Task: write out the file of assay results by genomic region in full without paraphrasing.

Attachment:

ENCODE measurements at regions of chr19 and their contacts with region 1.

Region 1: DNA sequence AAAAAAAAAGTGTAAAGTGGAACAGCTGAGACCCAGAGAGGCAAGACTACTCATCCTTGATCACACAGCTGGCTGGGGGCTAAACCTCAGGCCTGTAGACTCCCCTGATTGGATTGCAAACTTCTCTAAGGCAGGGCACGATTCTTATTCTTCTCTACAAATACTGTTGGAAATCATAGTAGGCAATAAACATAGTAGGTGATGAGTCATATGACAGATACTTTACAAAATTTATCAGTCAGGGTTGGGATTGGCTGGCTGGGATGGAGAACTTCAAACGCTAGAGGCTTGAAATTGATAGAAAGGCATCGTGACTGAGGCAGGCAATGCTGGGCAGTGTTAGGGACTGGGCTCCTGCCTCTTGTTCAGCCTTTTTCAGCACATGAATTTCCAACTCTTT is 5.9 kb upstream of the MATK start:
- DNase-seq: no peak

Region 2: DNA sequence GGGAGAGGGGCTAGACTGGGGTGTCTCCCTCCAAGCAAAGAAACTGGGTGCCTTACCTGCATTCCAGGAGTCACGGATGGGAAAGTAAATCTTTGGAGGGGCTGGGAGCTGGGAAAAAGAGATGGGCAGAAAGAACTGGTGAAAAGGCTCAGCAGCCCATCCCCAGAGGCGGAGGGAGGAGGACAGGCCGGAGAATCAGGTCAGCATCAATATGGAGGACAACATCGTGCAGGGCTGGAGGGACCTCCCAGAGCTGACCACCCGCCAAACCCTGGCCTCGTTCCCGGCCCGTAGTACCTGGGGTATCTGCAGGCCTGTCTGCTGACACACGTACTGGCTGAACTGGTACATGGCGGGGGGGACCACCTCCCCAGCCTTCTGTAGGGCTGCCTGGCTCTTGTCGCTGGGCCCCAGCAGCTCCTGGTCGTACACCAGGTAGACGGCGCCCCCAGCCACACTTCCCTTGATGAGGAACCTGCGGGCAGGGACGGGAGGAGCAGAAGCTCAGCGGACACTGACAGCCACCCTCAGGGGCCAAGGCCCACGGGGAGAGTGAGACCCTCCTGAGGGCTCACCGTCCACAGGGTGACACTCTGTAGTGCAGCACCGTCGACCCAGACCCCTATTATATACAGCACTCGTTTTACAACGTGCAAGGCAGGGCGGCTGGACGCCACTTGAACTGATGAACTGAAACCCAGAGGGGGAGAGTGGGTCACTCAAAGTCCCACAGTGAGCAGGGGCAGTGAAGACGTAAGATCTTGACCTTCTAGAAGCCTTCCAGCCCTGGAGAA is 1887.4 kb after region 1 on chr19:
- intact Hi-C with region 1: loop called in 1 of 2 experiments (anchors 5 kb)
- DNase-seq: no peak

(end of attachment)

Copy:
ENCODE measurements at regions of chr19 and their contacts with region 1.

Region 1: DNA sequence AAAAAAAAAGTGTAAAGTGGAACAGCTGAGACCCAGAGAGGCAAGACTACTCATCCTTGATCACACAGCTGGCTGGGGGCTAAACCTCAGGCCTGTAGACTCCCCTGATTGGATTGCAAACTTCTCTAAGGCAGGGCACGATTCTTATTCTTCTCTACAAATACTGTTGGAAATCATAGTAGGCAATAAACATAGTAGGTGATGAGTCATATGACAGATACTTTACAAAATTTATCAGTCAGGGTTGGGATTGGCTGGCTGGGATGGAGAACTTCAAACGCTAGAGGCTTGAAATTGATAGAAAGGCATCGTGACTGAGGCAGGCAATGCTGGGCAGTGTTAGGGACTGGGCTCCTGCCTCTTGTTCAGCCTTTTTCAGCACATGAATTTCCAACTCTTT is 5.9 kb upstream of the MATK start:
- DNase-seq: no peak

Region 2: DNA sequence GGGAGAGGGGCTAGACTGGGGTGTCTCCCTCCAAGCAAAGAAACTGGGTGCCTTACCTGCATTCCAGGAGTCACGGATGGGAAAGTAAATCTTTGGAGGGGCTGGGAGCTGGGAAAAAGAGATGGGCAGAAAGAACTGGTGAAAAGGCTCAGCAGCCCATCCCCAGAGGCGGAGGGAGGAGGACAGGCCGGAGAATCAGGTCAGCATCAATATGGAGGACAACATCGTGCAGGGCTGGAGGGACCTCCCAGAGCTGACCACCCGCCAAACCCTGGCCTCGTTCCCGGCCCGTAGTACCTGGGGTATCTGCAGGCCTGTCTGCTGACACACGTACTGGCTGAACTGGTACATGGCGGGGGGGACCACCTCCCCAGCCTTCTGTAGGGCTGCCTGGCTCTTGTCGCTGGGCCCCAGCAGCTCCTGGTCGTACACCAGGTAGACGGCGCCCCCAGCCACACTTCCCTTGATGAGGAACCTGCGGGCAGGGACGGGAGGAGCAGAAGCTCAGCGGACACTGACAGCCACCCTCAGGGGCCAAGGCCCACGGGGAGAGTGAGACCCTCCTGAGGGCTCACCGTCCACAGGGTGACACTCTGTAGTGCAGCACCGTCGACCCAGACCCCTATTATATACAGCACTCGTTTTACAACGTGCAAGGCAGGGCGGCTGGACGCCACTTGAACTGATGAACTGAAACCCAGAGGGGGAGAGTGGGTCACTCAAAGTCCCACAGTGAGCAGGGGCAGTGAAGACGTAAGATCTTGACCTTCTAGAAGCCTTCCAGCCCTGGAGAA is 1887.4 kb after region 1 on chr19:
- intact Hi-C with region 1: loop called in 1 of 2 experiments (anchors 5 kb)
- DNase-seq: no peak